Secondly, and let's be honest: people make mistakes, or worse, cheat. The Rules are your friend, and if your opponent breaks the rules, you've just won the hole. Don't feel bad about calling them on it, because you are bound by the rules, and obliged to follow them. So are they. And besides, if you call them on an obvious rules violation, that will get in their head and very possibly will give you a major mental edge.

Study the Rules of Golf and Its Decisions.

You have to know the Rules, for the reasons listed above - you have to follow them and so does your opponent. Even as an amateur, you should have a solid working knowledge of the rules and how they are applied. While the USGA and the R&A's rulebooks can make for dry reading, go through them in the offseason and learn them well.

Then, as I have advised in the past, read Barry Rhodes' "999 Questions On The Rules of Golf." Mr. Rhodes has written a very-easy-to-read book that's enjoyable and will allow you to improve your knowledge as much at a time as you are willing to take on. You can also read Mr. Rhodes' fine web site at

I cannot stress enough or too often that the rules are in place to help you -- and the only way that they can do that is if you know them. They are your friend, so visit often.

Finally, never, ever, NEVER give up!

I once heard the great basketball coach, Jim Valvano say that as he was stricken was cancer and close to death. Valvano was using his NC State team's 1983 run through the NCAA tournament as a metaphor for life - and his battle with cancer. In that run, NC State found themselves in a position where they had to win their conference tournament to even get to the larger NCAA tournament, and to win that, they had to beat the defending national champion -- the Michael Jordan led North Carolina team. They did that, and were rewarded with playing the University of Virginia - only the #3 team in the country and the heavy favorite in their game. They won that too.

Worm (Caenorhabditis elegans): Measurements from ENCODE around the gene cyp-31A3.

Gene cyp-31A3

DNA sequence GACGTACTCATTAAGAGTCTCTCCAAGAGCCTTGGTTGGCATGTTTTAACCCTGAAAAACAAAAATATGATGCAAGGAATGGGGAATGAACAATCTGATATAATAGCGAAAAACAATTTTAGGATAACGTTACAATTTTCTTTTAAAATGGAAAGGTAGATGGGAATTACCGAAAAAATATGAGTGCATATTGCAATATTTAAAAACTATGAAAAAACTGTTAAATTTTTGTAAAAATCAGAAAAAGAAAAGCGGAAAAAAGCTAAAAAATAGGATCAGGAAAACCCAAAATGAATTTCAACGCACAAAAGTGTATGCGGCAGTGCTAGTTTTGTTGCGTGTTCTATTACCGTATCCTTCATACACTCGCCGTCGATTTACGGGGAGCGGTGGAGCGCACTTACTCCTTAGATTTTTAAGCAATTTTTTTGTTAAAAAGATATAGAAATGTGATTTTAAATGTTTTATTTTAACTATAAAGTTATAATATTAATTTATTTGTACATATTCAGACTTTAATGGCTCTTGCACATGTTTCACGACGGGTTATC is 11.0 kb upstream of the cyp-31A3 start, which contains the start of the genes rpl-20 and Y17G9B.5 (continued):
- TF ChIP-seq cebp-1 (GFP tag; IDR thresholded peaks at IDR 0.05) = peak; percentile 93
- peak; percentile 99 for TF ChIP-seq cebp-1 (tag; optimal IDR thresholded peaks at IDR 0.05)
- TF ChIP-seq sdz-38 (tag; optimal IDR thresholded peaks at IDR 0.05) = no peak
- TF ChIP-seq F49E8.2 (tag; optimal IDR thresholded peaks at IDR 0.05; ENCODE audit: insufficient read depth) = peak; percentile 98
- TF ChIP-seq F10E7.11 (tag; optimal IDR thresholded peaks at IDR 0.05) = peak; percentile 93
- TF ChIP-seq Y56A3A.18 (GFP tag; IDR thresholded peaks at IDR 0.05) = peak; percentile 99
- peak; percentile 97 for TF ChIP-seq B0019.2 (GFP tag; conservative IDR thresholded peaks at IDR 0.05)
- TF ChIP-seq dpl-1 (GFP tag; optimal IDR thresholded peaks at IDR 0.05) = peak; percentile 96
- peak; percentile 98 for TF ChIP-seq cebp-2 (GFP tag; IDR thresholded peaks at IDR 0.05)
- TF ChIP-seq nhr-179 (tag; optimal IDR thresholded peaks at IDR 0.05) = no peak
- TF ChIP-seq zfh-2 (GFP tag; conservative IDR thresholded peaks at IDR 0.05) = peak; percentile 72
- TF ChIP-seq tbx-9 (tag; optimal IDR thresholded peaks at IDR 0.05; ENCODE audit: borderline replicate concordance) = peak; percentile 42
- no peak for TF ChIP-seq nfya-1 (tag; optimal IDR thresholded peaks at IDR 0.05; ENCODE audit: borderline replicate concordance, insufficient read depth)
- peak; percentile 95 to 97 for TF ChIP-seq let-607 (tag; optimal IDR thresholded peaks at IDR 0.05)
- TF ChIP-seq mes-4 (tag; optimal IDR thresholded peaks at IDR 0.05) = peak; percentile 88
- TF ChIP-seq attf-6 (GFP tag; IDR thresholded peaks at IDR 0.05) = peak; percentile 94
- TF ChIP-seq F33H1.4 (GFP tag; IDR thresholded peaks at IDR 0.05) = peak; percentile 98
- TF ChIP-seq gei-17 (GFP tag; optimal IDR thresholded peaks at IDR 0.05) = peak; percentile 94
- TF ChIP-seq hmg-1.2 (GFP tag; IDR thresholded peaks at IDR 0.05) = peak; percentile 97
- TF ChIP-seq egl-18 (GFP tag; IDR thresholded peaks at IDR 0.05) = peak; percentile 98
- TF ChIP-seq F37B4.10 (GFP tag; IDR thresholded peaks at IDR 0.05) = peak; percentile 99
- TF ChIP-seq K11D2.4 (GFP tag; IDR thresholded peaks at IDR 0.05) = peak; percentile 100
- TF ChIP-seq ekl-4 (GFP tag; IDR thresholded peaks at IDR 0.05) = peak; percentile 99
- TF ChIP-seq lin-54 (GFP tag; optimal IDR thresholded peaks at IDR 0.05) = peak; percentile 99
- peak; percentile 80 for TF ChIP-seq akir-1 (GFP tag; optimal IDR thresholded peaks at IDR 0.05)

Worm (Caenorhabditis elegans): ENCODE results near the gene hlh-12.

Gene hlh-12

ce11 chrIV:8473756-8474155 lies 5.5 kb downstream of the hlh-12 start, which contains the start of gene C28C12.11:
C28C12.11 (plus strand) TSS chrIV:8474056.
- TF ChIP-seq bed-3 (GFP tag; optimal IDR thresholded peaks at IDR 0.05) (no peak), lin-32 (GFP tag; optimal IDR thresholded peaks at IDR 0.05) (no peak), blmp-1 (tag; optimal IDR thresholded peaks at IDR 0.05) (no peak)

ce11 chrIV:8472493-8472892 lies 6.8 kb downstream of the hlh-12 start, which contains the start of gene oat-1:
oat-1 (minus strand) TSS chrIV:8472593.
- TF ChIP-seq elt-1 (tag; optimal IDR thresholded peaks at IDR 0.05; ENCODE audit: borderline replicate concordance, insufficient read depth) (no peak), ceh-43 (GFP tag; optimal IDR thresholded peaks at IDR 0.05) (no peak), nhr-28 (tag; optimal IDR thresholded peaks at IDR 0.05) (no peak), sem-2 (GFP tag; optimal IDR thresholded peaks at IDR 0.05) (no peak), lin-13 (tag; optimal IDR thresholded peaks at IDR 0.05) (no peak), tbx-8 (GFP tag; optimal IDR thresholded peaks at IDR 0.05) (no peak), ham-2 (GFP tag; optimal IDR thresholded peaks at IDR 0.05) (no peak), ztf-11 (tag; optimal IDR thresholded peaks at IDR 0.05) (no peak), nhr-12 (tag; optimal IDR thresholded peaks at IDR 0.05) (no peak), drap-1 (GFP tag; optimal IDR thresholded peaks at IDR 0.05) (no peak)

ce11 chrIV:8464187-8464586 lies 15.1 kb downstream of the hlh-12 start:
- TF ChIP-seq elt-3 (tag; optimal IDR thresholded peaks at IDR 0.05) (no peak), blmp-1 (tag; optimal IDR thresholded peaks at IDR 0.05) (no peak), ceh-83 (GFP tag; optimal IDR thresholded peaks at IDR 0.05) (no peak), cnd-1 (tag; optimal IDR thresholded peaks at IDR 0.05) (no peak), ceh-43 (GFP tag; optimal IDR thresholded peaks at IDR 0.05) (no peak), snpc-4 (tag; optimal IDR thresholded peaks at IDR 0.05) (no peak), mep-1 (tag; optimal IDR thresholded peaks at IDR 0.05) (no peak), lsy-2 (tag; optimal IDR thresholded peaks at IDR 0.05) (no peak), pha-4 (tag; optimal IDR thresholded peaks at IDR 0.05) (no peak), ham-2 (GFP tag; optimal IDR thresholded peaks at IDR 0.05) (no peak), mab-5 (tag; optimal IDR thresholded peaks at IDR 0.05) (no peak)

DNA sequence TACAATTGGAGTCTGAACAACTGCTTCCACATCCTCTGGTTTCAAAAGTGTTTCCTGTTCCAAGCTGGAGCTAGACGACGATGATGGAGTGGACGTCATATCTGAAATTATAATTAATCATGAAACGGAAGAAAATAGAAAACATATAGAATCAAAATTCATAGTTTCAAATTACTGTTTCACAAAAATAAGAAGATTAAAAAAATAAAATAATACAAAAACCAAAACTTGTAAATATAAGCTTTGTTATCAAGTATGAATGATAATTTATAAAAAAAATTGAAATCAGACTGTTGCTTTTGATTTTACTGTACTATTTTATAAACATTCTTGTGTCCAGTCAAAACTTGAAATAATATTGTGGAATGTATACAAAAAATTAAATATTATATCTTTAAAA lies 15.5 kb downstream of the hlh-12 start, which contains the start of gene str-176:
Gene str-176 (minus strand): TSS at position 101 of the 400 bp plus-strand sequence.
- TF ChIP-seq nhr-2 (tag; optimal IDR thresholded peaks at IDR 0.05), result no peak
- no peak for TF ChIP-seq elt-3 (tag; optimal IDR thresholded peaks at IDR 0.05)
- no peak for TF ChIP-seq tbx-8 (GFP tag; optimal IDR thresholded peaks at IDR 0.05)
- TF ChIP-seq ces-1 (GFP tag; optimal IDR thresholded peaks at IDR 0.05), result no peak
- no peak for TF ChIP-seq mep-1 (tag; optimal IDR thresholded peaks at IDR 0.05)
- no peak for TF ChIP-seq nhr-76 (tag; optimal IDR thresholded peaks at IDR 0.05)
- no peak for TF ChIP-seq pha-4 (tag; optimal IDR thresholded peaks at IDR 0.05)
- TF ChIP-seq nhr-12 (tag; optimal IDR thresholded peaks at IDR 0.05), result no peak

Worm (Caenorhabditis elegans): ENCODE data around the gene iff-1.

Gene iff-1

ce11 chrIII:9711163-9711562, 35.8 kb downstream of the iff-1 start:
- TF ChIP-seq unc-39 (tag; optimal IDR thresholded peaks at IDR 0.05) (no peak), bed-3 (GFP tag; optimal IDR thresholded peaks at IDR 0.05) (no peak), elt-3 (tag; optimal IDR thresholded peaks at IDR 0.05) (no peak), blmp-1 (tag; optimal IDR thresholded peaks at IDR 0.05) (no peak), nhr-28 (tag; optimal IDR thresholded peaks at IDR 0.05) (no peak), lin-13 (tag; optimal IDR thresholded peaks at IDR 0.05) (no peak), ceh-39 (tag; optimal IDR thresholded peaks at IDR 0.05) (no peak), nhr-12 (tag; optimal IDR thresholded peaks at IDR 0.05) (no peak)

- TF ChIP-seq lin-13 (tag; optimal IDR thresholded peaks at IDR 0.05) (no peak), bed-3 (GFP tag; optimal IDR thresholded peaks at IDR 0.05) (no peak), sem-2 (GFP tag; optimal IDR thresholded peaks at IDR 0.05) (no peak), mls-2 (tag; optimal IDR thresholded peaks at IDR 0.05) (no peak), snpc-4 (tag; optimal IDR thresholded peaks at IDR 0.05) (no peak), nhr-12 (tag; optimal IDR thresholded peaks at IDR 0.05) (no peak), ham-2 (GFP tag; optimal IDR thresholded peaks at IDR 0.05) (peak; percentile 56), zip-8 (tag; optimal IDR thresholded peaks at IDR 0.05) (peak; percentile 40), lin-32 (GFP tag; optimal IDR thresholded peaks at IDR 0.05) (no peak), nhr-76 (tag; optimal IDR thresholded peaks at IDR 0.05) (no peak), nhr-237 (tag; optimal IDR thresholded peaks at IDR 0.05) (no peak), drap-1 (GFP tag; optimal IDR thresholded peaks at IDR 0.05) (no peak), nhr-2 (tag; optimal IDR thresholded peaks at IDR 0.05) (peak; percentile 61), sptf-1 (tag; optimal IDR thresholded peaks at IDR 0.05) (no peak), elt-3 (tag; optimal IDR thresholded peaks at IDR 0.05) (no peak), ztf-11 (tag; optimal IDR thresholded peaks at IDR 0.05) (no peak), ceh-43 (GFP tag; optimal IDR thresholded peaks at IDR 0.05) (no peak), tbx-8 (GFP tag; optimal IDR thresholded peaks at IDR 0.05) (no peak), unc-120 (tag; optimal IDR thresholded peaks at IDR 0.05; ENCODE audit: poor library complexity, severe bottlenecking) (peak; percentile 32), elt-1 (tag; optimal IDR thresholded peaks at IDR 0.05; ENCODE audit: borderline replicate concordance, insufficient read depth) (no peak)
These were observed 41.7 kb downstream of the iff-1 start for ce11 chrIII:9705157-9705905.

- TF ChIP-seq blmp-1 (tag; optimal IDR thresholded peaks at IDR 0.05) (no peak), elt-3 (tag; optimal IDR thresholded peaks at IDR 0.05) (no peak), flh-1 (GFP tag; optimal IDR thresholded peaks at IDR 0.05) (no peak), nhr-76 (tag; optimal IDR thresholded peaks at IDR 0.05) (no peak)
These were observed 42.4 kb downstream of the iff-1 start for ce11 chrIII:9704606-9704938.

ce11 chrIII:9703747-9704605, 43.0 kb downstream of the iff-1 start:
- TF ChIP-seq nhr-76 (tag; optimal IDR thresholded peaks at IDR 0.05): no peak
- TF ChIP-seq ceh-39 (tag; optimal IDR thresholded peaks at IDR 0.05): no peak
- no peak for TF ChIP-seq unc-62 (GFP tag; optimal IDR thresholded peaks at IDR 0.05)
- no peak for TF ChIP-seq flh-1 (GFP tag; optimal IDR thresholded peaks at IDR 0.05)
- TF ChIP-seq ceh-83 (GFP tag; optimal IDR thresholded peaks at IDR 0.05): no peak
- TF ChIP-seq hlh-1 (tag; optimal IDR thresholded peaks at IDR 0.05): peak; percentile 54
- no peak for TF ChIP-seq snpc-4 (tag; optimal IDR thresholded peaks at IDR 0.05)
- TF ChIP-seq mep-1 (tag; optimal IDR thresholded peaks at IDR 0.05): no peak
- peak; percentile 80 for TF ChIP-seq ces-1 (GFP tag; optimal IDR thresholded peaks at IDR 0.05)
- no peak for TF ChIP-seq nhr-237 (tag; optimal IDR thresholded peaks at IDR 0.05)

In the NCAA tournament, NC State found themselves often trailing and in dire circumstances. They never gave up, they never gave in, and by the time all was said and done, they won despite all odds. "The Cinderella Slipper fits!" was the exclamation of NC State's play-by-play announcer, but the truth was that hard work and a never-say-die attitude is what carried the day.

That applies as much to golf as basketball -- by never, ever giving up you can do what you think you can't do. A positive attitude is key. You can't say can't, because as soon as you do, the next word that follows will be "couldn't."

It's a simple truth that in match play: "It's never over until it's over." You may pull off a miracle shot or your opponent may surprise you and miss a relatively simple shot, and let you back in the hole - or even the match.


  1. Jimmy V's speech still makes me misty. I watch it at least once a year.

  2. Great advice and quite timely. I have a semi-final match play round tomorrow afternoon.

    The rules advice is especially important. I am always stunned at how many players make some huge rules errors that can result in loss of hole. It can be tough to call a golfing "friend" out on a rule, but the rules are there for a reason. Knowing them is definitely to your advantage.

    Good luck! Can't wait to hear more.